Active Trans Study Vindicates Reilly’s Opposition to “Distracted Walking” Ordinance

Between 2013 and 2016, only 1.2 percent of Illinois car/pedestrian crashes  involved a person on foot using a cell phone. Image: Active Trans
Between 2013 and 2016, only 1.2 percent of Illinois car/pedestrian crashes involved a person on foot using a cell phone. Image: Active Trans

While I’ve called out downtown alderman Brendan Reilly recently for his proposal to completely ban cycling on the Chicago Riverwalk, he has also done some good things for sustainable transportation in the past. My favorite example was the time he helped kill a proposed crackdown on so-called “distracted walking.” Last year aldermen Ed Burke (14th) and Anthony Beale (9th) introduced the legislation, which would have fined pedestrians between $90 and $500 for looking at a smart phone or other electronic device while crossing the street.

“Frankly it’s the drivers who aren’t paying attention more often then the pedestrians,” Reilly told the Sun-Times at the time. “I have personally landed on the hood of a taxicab in a mid-block intersection.” Partly as a result of Reilly’s pushback, Burke and Beale’s ordinance went nowhere.

The wisdom of Reilly’s position on the distracted walking ban was highlighted yesterday when the Active Transportation Alliance released its latest Chicago Regional Crash Report, based on Illinois Department of Transportation crash data.

There’s been non-stop hype linking the recent rise in pedestrian fatalities to distracted walking. Some of it came from the National Highway Traffic Safety Administration, which knew at the time that deadly SUV design was the real culprit.

A victim-blaming tweet from NHTSA.
A victim-blaming tweet from NHTSA, implying that smart phone use by pedestrians was the reason for the spike in fatalities.  

But the Active Trans study found that, out of the 20,117 people on foot struck by drivers in Illinois between 2013 and 2016, a mere 1.2 percent of the victims were using cell phones. In other words, Reilly was right: The distracted walking phenomenon is largely a myth.

In reality, as the downtown alderman noted, driver behavior was usually to blame for car/predestrian crashes. “Many pedestrians involved in crashes were legally crossing the street in a crosswalk, and most often the primary and secondary causes of the crash are related to driver behavior,” wrote Active Trans’ Kyle Whitehead in a blog post. “Speeding and failure to stop for pedestrians are the most common factors.”

As such, the real solution to bringing down pedestrian, crash, injury, and fatality numbers isn’t punishing pedestrians (or bicyclists), but rather creating an environment that reduces the potential for speeding and other forms of reckless driving, and protects vulnerable road users.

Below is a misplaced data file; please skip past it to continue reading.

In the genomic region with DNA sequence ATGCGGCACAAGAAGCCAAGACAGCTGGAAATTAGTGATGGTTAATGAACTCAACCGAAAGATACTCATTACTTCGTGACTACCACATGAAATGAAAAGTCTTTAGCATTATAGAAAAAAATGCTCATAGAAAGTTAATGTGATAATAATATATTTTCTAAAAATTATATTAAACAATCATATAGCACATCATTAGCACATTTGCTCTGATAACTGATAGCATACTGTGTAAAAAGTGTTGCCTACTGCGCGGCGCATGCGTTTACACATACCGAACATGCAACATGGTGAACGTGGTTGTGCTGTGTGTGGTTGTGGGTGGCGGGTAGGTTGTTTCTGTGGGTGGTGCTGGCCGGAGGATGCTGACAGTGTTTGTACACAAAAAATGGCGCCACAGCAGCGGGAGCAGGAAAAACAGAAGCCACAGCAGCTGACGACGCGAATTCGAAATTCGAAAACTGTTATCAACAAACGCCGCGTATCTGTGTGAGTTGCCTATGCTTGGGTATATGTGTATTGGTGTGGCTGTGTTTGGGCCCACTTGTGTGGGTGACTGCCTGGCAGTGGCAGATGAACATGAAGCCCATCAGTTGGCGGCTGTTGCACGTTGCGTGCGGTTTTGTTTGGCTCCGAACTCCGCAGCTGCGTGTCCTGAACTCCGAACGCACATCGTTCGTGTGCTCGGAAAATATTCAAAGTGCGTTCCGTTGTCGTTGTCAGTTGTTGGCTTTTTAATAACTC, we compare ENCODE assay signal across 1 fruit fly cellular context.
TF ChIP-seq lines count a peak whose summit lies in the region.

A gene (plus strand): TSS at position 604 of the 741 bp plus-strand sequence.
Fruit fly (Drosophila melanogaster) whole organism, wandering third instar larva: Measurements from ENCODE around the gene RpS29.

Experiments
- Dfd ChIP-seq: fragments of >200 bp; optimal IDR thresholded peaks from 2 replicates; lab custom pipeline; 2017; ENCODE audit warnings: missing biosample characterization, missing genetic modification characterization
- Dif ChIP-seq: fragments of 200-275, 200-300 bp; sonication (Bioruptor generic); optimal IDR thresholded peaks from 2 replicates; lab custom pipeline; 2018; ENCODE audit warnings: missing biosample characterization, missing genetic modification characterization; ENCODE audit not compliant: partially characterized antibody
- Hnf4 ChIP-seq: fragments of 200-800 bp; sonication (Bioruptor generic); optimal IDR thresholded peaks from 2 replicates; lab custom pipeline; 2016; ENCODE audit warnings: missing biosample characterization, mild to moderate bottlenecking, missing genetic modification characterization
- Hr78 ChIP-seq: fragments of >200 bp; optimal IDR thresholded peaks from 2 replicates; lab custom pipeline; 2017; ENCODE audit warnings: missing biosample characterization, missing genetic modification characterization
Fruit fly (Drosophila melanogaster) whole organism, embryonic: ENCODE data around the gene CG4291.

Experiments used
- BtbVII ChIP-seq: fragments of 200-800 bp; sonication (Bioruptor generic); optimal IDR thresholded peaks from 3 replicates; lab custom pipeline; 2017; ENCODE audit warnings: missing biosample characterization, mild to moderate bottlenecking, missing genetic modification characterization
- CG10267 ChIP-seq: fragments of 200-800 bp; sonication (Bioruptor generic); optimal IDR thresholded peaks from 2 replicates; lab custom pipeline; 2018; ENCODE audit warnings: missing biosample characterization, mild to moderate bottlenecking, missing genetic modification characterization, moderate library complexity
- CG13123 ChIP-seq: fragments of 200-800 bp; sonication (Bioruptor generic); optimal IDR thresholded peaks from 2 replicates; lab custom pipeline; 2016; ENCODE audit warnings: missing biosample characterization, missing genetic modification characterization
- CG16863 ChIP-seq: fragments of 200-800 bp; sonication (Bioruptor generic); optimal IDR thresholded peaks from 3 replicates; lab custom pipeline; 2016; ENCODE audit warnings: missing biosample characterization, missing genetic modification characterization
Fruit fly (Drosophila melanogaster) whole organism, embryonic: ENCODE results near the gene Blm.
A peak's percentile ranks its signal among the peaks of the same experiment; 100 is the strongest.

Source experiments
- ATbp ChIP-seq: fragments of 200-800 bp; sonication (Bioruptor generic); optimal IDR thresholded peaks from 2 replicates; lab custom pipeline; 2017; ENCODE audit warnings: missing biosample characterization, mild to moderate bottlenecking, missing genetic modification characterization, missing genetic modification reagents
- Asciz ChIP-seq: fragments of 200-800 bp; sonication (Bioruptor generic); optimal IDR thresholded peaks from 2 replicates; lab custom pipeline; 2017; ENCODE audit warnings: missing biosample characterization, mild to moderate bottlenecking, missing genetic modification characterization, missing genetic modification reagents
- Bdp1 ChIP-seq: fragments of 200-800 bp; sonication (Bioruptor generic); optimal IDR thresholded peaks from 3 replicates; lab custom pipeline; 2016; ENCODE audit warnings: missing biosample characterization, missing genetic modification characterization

Active Trans is asking the next governor our state and legislators in Springfield to earmark $50 million for walking and biking, which would only be 2 percent of Illinois’ transportation budget. They’re also pushing for the reform of IDOT’s car-centric policies, which prioritize moving cars quickly through public space, rather than safe, efficient transportation and livable cities.

You can endorse Active Trans’ Bike Walk Fund proposal by signing their online petition.

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  • Curtis James

    Active Trans, did you notice that between 2015 and 2016, the percentage of incidents involving phones tripled? Have you done any follow-up to that? This is now late 2018, and I doubt that the trend has decreased. People should not be texting or talking on cell phones while crossing the street. No one, not drivers, cyclists, or pedestrians, should be distracted while passing through intersections.

  • Tooscrapps

    More people have now have smartphones and use them, big surprise.. That doesn’t mean using a phone is a contributing cause of the crash or that the pedestrian didn’t have the ROW.

    As far as I’m concerned, if you have the ROW, you can do whatever you want while you walk across the street.

  • Carter O’Brien

    Using phones are a contributing factor to gridlock, which is a problem. Every day I exit crowded CTA stops in rush hour, and I can always tell who on the stairs or escalator is on a phone, because they are going half the speed of everyone else and are causing a bottleneck.

    Having been in CA recently, I can tell you that there is no doubt in my mind that pedestrians are vastly more intelligent in how they use the streets. People don’t just wander across the street whenever it’s more personally convenient, and people do actually respect streetlights. In turn, motorists are over-the-top respectful of pedestrians. In Chicago we seem to have a problem of a significant % of people not having any respect for anybody else whatsoever.

  • Tooscrapps

    Oblivious people have always blocked sidewalks and escalators. I haven’t seen any noticeable uptick with the dawn of smartphones. The people standing on the escalators are going to stand no matter what.

  • Carter O’Brien

    You can’t be serious. On a rush hour train in 2018, upwards of 75% of riders are glued to a phone. Unlike a book or a newspaper, it is relatively simple to get up and exit without ever breaking eye contact with a phone. And of course this slows everything down. It may not be a life or death issue, but it absolutely has an impact.

  • Tooscrapps

    Sorry nope. Your 75% doesn’t mean anything, since that is on the train. Getting off the platform is slowed down by narrow stairs, users fighting the tide coming up (parting the sea as I call it), and going through turnstiles. A few people looking at their phones isn’t slowing down the shuffle through these choke points.

    Able bodied people are not standing on and blocking escalators more because of phones. These maniacs are going to stand no matter what. Just now they have something to look at while they inconvenience everyone else.

  • Carter O’Brien